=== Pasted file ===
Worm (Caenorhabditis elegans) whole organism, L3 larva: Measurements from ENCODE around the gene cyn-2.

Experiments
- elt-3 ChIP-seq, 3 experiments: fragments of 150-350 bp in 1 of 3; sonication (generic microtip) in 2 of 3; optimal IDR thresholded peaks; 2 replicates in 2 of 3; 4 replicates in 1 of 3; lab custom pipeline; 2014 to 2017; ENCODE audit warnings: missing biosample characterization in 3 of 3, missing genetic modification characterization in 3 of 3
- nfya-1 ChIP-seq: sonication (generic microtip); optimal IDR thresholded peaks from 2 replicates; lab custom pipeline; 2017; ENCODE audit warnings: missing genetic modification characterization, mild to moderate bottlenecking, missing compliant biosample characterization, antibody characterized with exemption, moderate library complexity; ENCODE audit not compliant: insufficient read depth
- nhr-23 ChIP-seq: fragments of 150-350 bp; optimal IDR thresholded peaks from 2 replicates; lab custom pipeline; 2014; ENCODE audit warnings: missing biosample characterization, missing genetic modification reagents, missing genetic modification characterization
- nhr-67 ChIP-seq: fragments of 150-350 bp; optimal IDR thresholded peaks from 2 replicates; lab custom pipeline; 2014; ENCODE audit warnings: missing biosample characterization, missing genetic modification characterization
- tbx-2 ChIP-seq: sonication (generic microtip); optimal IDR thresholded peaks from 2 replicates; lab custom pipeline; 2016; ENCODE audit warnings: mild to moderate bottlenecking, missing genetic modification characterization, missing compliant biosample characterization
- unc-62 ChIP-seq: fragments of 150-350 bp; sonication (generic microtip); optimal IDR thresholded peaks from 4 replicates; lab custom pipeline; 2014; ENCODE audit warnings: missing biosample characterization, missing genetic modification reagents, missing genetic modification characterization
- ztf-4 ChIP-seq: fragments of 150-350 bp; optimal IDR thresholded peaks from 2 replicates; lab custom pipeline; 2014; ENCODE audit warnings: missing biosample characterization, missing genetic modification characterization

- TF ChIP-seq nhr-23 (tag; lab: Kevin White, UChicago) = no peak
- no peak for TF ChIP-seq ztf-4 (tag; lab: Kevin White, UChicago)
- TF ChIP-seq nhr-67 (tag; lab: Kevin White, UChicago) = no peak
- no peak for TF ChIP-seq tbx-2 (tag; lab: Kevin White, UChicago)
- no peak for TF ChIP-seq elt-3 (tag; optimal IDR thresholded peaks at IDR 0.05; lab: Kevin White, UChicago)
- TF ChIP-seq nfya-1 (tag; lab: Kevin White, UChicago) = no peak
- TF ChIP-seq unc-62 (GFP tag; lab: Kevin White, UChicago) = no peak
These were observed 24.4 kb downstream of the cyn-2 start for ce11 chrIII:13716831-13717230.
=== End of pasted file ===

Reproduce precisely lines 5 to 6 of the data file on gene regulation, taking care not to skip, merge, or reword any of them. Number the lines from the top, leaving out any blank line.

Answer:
- nhr-23 ChIP-seq: fragments of 150-350 bp; optimal IDR thresholded peaks from 2 replicates; lab custom pipeline; 2014; ENCODE audit warnings: missing biosample characterization, missing genetic modification reagents, missing genetic modification characterization
- nhr-67 ChIP-seq: fragments of 150-350 bp; optimal IDR thresholded peaks from 2 replicates; lab custom pipeline; 2014; ENCODE audit warnings: missing biosample characterization, missing genetic modification characterization